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Laser-Chilled Atoms Sit for Ultrafast Portrait

Photonics Spectra
May 1997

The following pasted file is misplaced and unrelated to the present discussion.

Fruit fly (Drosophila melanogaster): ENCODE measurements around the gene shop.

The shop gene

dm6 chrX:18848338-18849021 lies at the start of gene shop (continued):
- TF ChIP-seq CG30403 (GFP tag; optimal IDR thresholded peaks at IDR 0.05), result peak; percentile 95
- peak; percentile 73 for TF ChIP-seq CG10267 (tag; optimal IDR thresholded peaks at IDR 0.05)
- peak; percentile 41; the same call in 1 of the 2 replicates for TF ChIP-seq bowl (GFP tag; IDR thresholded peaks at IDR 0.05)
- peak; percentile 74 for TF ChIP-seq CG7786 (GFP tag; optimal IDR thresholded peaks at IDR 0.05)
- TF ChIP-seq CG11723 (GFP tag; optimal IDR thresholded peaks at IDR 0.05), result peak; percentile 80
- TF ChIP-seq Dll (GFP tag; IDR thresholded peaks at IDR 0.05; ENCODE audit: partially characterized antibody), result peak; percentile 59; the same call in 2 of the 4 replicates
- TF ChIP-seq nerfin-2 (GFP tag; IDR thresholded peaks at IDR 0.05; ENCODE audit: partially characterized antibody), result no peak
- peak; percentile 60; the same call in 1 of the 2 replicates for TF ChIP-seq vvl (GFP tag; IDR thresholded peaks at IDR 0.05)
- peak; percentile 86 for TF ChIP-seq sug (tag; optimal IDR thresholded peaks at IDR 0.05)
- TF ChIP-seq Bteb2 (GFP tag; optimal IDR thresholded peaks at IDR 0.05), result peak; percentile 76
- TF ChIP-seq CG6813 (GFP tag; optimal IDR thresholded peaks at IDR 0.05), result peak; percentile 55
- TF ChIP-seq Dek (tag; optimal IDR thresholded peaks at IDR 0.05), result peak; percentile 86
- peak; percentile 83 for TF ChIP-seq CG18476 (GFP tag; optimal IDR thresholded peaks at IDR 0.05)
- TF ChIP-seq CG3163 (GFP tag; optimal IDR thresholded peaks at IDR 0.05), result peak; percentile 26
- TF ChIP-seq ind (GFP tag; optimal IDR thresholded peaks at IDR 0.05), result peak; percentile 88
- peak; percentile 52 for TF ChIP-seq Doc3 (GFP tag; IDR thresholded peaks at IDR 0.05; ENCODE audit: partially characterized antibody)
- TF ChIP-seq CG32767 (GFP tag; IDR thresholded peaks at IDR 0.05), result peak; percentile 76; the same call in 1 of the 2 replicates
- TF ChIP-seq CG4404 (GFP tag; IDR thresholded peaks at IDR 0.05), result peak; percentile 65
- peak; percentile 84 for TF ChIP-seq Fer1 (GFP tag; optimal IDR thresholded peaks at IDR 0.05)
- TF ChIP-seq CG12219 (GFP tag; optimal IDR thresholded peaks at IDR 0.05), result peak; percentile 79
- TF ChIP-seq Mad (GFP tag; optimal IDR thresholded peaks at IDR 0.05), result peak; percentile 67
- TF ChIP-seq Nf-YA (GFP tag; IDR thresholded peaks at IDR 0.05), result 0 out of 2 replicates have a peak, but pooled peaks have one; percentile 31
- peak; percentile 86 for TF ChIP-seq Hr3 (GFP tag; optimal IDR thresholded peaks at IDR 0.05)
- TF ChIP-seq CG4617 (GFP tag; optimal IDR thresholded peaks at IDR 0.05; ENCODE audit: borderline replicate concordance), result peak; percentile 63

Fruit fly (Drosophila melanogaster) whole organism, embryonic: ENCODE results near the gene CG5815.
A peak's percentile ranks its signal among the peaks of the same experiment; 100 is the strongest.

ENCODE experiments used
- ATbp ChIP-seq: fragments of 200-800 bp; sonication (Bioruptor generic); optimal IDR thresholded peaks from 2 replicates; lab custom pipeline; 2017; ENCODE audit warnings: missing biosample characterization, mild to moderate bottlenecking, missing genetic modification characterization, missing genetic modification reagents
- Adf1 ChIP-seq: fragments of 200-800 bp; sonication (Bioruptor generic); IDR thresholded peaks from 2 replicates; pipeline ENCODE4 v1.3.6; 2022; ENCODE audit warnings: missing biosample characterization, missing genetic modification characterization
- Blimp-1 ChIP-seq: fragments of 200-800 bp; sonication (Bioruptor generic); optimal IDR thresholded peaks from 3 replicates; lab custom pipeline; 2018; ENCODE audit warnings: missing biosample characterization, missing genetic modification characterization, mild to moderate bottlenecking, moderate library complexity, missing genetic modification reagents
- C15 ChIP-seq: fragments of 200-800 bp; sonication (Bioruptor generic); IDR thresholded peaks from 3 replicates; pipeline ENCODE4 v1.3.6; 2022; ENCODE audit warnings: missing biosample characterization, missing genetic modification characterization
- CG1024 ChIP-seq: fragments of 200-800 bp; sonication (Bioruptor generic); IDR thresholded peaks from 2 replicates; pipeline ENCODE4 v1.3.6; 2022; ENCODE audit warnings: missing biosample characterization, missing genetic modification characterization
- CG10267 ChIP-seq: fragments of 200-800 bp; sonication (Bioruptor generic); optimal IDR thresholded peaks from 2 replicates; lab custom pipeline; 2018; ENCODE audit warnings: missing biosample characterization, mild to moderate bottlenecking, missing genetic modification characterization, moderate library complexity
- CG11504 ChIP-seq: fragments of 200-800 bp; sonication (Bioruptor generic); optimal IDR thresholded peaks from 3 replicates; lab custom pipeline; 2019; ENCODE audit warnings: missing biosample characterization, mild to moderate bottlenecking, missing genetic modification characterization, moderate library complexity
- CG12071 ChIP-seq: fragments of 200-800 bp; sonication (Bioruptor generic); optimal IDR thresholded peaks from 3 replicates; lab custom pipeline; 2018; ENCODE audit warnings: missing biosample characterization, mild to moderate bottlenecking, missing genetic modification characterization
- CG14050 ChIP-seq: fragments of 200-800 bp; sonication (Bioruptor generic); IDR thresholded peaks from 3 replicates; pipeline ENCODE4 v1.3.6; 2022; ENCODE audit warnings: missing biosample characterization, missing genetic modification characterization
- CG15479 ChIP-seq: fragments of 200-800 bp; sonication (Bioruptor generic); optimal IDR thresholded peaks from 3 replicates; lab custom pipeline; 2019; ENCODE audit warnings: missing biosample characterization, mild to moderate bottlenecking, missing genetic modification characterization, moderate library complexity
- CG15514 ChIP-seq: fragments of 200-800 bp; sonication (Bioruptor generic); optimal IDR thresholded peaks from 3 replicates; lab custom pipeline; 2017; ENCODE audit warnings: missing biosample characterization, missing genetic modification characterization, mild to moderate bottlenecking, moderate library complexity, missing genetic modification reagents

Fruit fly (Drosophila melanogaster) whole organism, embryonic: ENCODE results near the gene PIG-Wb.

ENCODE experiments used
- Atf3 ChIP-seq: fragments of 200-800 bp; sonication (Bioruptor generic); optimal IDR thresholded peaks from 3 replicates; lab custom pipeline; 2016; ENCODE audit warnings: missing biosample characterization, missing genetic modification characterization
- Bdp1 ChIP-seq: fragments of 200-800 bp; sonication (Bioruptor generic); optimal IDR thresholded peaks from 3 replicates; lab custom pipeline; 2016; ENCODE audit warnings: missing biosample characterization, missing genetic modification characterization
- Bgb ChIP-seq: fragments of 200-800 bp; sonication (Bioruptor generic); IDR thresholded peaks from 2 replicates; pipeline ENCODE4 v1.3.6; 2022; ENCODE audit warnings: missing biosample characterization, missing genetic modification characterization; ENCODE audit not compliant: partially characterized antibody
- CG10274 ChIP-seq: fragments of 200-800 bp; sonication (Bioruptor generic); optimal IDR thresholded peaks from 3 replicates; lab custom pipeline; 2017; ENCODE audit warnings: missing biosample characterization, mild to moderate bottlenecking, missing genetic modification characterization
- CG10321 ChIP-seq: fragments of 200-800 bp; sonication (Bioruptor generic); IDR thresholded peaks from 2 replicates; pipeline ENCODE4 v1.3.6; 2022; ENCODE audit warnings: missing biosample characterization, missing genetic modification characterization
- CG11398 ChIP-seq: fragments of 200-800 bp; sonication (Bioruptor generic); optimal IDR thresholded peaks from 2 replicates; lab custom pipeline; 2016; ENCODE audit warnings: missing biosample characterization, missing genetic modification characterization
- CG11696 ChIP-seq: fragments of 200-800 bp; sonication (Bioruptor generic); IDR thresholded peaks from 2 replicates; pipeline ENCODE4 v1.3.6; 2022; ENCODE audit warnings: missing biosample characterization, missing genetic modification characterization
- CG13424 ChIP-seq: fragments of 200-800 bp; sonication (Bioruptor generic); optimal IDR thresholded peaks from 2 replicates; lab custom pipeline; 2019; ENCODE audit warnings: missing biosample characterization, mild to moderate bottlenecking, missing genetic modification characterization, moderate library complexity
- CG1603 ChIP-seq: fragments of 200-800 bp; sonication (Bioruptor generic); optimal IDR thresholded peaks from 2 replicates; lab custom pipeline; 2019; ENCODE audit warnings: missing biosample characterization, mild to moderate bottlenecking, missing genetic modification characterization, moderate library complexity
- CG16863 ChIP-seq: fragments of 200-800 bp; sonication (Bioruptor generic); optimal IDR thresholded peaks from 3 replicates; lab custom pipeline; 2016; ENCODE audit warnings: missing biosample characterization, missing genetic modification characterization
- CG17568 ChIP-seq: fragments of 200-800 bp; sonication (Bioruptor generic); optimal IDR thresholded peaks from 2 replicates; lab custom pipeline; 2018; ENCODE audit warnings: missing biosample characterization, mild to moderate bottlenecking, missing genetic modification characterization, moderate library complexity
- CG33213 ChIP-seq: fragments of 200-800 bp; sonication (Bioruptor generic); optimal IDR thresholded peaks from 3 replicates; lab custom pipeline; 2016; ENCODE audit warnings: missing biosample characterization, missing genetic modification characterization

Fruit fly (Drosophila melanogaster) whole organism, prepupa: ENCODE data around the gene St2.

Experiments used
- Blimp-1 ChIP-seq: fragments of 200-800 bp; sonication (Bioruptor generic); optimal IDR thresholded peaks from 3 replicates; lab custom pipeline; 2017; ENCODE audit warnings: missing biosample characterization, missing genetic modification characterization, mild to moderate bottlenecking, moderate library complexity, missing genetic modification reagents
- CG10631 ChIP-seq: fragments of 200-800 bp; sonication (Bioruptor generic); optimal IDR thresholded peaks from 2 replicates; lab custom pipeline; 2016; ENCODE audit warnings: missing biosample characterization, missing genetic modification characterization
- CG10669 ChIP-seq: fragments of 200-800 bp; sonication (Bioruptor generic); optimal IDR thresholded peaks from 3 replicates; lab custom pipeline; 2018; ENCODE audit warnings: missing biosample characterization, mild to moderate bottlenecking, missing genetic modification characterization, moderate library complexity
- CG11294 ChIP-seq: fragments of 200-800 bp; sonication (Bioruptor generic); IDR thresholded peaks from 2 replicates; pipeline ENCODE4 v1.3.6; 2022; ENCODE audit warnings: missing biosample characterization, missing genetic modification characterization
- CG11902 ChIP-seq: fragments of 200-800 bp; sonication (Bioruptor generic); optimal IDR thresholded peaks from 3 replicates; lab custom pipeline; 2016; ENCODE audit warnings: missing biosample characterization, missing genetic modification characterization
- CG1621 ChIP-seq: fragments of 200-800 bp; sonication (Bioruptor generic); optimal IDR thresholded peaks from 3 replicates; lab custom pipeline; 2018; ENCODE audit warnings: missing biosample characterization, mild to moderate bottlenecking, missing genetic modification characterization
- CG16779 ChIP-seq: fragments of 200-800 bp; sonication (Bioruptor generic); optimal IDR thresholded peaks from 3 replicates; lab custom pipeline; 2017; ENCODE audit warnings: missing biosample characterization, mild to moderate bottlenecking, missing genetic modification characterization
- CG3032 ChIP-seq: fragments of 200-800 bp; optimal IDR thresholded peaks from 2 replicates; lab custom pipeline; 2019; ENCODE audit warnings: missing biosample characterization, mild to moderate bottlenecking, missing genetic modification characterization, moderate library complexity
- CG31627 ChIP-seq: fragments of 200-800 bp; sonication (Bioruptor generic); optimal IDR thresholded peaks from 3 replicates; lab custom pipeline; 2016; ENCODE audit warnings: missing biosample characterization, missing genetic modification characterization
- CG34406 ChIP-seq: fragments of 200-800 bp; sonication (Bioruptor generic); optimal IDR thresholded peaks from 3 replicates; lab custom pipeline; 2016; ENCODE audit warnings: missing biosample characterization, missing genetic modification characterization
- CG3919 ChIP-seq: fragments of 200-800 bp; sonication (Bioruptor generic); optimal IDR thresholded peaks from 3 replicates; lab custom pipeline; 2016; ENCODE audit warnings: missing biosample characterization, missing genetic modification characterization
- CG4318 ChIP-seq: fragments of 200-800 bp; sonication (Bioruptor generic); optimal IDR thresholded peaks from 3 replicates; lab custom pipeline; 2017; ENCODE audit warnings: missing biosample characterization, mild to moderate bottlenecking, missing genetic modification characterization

Physicists from the University of Michigan recently fired 70-fs pulses from a Ti:sapphire laser to control the random movements of atoms in a potassium-tantalite crystal. The laser was split in two beams, with one arriving at the crystal target a few picoseconds after the first. The first pulse created pairs of phonons -- "squeezed" particles of vibrational energy -- that scattered the second, weaker pulse as it passed through the crystal. By measuring the energy that continued through the crystal, physicists could visualize the crystal's atomic structure.

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